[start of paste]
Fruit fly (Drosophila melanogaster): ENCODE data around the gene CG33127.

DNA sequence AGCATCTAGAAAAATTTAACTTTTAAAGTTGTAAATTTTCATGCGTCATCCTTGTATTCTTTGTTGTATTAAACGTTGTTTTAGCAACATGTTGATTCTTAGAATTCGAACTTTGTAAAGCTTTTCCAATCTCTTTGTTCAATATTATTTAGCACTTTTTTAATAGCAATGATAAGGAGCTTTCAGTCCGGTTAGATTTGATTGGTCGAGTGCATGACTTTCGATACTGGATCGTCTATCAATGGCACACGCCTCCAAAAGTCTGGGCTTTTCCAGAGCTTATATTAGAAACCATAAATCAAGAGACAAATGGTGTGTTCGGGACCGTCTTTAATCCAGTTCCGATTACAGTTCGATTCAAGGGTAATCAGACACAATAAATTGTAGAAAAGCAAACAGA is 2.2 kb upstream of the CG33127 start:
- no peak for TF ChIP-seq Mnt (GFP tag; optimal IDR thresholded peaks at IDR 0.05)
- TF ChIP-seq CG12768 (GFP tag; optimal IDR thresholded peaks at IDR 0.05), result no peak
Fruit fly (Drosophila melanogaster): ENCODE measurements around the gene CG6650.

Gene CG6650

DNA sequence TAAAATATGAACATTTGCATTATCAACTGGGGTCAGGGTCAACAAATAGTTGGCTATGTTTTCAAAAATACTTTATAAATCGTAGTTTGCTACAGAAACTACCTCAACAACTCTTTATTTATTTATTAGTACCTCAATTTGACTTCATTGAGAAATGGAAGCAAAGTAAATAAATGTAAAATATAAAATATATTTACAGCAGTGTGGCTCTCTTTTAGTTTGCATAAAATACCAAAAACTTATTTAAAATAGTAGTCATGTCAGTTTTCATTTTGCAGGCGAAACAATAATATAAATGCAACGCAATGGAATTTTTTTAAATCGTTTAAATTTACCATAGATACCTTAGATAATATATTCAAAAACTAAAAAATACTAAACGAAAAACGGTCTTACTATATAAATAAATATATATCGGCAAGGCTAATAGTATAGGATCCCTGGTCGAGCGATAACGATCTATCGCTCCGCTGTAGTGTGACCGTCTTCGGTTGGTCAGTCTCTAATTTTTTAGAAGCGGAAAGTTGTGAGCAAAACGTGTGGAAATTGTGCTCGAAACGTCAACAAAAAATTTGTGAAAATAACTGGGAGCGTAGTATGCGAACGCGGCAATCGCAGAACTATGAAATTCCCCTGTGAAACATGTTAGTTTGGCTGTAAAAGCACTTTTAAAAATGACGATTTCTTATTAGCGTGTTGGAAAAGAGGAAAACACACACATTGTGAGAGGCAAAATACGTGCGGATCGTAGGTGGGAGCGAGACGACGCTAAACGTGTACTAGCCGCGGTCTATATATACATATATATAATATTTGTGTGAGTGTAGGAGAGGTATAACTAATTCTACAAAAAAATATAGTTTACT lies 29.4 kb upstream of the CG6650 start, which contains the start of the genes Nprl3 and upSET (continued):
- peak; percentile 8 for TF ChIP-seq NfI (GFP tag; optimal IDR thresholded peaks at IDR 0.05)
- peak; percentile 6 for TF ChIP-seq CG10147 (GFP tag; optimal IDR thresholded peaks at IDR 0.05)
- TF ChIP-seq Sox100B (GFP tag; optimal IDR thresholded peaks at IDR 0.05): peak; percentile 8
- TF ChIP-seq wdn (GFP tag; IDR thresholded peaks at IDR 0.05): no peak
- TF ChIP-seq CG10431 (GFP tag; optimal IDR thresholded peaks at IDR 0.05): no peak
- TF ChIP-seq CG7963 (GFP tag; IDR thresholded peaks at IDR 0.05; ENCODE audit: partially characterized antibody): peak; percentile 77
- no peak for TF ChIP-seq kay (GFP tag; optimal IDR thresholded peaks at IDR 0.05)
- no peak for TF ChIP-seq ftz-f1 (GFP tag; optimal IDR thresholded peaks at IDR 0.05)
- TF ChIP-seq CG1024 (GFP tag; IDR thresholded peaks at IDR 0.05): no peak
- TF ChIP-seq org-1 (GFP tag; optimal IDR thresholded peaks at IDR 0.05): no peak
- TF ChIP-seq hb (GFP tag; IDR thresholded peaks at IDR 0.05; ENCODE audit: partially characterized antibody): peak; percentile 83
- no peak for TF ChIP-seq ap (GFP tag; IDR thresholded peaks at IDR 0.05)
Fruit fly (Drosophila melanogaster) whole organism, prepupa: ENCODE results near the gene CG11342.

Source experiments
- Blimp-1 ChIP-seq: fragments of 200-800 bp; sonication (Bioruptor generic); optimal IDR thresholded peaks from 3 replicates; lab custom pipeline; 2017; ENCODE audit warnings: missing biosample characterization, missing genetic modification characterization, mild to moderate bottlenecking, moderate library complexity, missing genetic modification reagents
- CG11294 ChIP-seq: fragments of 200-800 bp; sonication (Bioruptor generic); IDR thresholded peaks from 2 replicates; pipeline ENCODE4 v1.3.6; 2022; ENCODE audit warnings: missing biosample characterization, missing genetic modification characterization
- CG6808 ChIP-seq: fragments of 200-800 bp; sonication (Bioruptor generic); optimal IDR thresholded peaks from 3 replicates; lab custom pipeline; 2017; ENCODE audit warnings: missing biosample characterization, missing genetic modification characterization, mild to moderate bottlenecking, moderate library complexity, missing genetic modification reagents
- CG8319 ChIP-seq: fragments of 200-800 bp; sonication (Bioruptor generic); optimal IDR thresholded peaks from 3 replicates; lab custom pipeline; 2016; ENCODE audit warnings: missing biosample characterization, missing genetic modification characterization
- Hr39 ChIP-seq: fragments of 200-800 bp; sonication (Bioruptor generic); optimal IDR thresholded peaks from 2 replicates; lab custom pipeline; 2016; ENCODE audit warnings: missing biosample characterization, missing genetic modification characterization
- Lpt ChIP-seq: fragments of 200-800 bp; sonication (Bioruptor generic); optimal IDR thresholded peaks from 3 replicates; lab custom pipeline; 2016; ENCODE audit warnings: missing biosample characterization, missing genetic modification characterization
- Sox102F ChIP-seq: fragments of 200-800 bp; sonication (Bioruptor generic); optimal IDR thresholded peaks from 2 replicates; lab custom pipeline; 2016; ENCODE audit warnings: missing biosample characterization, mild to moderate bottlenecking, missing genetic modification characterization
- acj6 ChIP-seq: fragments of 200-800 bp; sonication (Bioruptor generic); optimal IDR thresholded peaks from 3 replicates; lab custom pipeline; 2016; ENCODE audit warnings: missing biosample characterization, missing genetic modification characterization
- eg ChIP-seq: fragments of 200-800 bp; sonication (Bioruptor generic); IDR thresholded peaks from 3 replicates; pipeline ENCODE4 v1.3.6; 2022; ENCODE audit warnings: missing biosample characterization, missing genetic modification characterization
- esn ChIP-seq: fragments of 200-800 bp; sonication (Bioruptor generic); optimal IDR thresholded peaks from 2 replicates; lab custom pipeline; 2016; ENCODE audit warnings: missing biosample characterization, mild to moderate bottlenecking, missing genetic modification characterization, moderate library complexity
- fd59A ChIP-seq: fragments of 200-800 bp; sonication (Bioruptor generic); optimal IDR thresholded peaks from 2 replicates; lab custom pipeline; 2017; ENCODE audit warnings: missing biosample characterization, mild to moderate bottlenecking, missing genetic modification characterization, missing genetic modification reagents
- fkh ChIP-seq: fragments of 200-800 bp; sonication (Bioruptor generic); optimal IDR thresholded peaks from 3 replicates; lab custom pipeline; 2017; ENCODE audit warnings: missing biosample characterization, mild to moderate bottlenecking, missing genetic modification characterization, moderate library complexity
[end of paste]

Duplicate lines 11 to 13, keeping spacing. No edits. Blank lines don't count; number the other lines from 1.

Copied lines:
- TF ChIP-seq wdn (GFP tag; IDR thresholded peaks at IDR 0.05): no peak
- TF ChIP-seq CG10431 (GFP tag; optimal IDR thresholded peaks at IDR 0.05): no peak
- TF ChIP-seq CG7963 (GFP tag; IDR thresholded peaks at IDR 0.05; ENCODE audit: partially characterized antibody): peak; percentile 77